9. A nest of LTR retrotransposons adjacent the disease resistance-priming gene NPR1 in Beta vulgaris L. U.S. Hybrid H20

    Technology Transfer Automated Retrieval System (TEKTRAN)

    LTR_STRUC and LTR FINDER analyses of a sugar beet BAC, with the NPR1 disease resistance priming gene, identified two distinct LTR (long terminal repeats) retrotransposons. BvRTR1 has two ORFs: one encoding a Ty1/copia-like integrase and the other a hypothetical gene. RTR1 is 10,833 bp in length inc...

  10. Toward a clinical practice guide in pharmacogenomics testing for functional polymorphisms of drug-metabolizing enzymes. Gene/drug pairs and barriers perceived in Spain

    PubMed Central

    Agúndez, José A. G.; Abad-Santos, Francisco; Aldea, Ana; Alonso-Navarro, Hortensia; Bernal, María L.; Borobia, Alberto M.; Borrás, Emma; Carballo, Miguel; Carvajal, Alfonso; García-Muñiz, José D.; Gervasini, Guillermo; Jiménez-Jiménez, Félix J.; Lucena, María I.; Martínez, Carmen; Sacristán, José A.; Salado, Inés; Sinués, Blanca; Vicente, Jorge; García-Martín, Elena

    2012-01-01

    The development of clinical practice recommendations or guidelines for the clinical use of biomarkers is an issue of great importance with regard to adverse drug reactions. The potential of pharmacogenomic biomarkers has been extensively investigated in recent years. However, several barriers to implementing the use of pharmacogenomics testing exist. We conducted a survey among members of the Spanish Societies of Pharmacology and Clinical Pharmacology to obtain information about the perception of such barriers and to compare the perceptions of participants about the relative importance of major gene/drug pairs. Of 11 potential barriers, the highest importance was attributed to lack of institutional support for pharmacogenomics testing, and to the issues related to the lack of guidelines. Of the proposed gene/drug pairs the highest importance was assigned to HLA-B/abacavir, UGT1A1/irinotecan, and CYP2D6/tamoxifen. In this perspective article, we compare the relative importance of 29 gene/drug pairs in the Spanish study with that of the same pairs in the American Society for Clinical Pharmacology and Therapeutics study, and we provide suggestions and areas of focus to develop a guide for clinical practice in pharmacogenomics testing. PMID:23233861

  11. Paired box gene 2 is associated with estrogen receptor α in ovarian serous tumors: Potential theory basis for targeted therapy.

    PubMed

    Wang, Min; Ma, Haifen

    2016-08-01

    It has been suggested that Paired box gene (PAX)2 is activated by estradiol via estrogen receptor (ER)α in breast and endometrial cancer. The expression of PAX2 was restricted to ovarian serous tumors and only one case was positive in borderline mucinous tumor in our previous study. In the present study, immunohistochemistry was performed to assess the expression of ERα in 58 cases of ovarian serous tumors, including 30 serous cystadenomas, 16 borderline serous cystadenomas, 12 serous carcinomas and 67 cases of ovarian mucinous tumors, including 29 mucinous cystadenoma, 23 borderline mucinous cystadenoma and 15 mucinous carcinoma, which were the same specimens with detection of PAX2 expression. The results demonstrated that ERα was expressed in 10% (3/30) of serous cystadenomas, 62.5% (10/16) borderline serous cystadenomas and 66.7% (8/12) serous carcinomas. The expression of ERα in borderline serous cystadenomas and serous carcinomas were significantly higher compared with that in serous cystadenomas (P<0.01). ERα was detected in 3.4% (1/29) mucinous cystadenoma, 26.1% (6/23) borderline mucinous cystadenoma and only 6.7% (1/15) mucinous carcinoma. Furthermore, a scatter plot of the expression of PAX2 and ERα revealed a linear correlation between them in ovarian serous tumors (P<0.0001). With few positive results, no correlation was determined in ovarian mucinous tumors. It was demonstrated that PAX2 is associated with ERα in ovarian serous tumors, and this may become a potential theory basis for targeted therapy for ovarian serous tumors. Further research is required to determine how PAX2 and ERα work together, and the role of targeted therapy in ovarian serous tumors.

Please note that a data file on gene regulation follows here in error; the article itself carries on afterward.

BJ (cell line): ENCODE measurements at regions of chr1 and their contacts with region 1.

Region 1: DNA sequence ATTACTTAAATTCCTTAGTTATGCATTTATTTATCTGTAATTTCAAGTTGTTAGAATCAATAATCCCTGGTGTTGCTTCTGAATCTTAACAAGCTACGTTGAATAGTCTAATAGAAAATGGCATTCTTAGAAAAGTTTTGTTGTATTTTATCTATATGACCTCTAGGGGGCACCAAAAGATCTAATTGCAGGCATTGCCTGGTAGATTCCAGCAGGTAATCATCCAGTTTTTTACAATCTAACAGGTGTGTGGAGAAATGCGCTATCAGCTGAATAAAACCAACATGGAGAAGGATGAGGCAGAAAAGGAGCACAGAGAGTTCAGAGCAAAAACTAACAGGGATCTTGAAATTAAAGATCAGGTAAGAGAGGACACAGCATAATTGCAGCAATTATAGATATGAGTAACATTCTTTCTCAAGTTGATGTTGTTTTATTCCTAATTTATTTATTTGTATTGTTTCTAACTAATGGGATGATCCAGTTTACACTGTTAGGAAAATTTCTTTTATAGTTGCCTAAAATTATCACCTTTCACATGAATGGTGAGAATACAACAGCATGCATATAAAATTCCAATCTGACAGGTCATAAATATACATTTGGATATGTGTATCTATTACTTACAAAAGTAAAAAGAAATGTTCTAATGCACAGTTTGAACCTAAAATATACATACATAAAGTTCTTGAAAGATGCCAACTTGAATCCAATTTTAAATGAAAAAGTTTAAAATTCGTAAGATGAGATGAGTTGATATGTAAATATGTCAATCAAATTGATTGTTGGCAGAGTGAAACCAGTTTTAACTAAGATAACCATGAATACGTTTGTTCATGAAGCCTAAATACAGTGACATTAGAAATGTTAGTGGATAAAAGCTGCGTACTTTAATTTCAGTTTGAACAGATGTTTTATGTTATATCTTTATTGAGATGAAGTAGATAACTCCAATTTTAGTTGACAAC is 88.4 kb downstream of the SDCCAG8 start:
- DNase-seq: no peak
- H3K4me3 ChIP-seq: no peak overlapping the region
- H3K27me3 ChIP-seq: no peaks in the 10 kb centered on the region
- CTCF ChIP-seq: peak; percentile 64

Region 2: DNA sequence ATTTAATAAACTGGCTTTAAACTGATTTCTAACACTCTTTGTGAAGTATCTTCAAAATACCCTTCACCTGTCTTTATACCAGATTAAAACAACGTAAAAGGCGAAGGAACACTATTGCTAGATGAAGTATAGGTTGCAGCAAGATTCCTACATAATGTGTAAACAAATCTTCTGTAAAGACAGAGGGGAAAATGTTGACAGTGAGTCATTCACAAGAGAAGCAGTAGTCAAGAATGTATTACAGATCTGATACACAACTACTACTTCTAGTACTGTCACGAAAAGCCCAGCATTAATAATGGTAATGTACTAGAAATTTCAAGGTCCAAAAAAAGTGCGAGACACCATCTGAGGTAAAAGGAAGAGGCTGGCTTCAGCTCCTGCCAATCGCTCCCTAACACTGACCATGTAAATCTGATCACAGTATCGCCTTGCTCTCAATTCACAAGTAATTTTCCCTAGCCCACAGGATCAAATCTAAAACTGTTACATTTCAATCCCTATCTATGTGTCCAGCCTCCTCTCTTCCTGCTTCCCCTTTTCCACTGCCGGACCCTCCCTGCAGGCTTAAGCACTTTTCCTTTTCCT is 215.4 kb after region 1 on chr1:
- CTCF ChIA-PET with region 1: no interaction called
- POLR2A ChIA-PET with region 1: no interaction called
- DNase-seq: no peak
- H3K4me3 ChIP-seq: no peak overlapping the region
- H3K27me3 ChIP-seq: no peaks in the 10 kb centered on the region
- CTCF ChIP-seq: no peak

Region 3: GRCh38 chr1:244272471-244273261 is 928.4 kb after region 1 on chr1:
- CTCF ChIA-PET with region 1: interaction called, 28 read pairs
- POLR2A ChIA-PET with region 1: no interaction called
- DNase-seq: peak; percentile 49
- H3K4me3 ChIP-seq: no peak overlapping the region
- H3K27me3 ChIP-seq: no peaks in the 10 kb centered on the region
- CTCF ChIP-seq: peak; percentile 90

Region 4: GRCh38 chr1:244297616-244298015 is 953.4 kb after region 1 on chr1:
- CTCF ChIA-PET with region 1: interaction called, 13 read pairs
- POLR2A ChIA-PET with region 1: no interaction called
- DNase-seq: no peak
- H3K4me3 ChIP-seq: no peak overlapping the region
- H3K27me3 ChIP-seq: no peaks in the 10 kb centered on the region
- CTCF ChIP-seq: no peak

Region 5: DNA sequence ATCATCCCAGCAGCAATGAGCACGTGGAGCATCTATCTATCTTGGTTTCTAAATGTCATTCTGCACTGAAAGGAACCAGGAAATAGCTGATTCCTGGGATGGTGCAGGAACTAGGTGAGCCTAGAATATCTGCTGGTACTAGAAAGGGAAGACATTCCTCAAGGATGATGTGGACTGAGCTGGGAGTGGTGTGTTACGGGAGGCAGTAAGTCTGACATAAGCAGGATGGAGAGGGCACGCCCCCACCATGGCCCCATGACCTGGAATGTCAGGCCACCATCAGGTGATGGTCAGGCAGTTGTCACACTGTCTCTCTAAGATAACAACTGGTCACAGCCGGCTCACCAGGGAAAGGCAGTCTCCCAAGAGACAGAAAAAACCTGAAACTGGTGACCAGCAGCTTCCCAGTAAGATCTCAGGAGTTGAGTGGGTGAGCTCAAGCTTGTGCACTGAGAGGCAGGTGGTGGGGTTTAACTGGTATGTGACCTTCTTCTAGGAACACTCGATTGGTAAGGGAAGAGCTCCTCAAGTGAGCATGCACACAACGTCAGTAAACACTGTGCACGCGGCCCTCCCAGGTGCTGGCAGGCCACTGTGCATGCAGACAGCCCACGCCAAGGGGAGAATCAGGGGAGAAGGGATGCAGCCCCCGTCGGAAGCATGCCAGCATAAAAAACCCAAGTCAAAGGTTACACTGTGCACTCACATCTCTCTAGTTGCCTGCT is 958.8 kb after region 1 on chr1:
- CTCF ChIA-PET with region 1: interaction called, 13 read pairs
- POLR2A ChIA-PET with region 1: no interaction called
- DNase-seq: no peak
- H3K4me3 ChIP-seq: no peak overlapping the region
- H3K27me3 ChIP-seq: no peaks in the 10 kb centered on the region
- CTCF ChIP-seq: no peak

12. Movement of IS26-associated antibiotic resistance genes occurs via a translocatable unit that includes a single IS26 and preferentially inserts adjacent to another IS26.

    PubMed

    Harmer, Christopher J; Moran, Robert A; Hall, Ruth M

    2014-10-07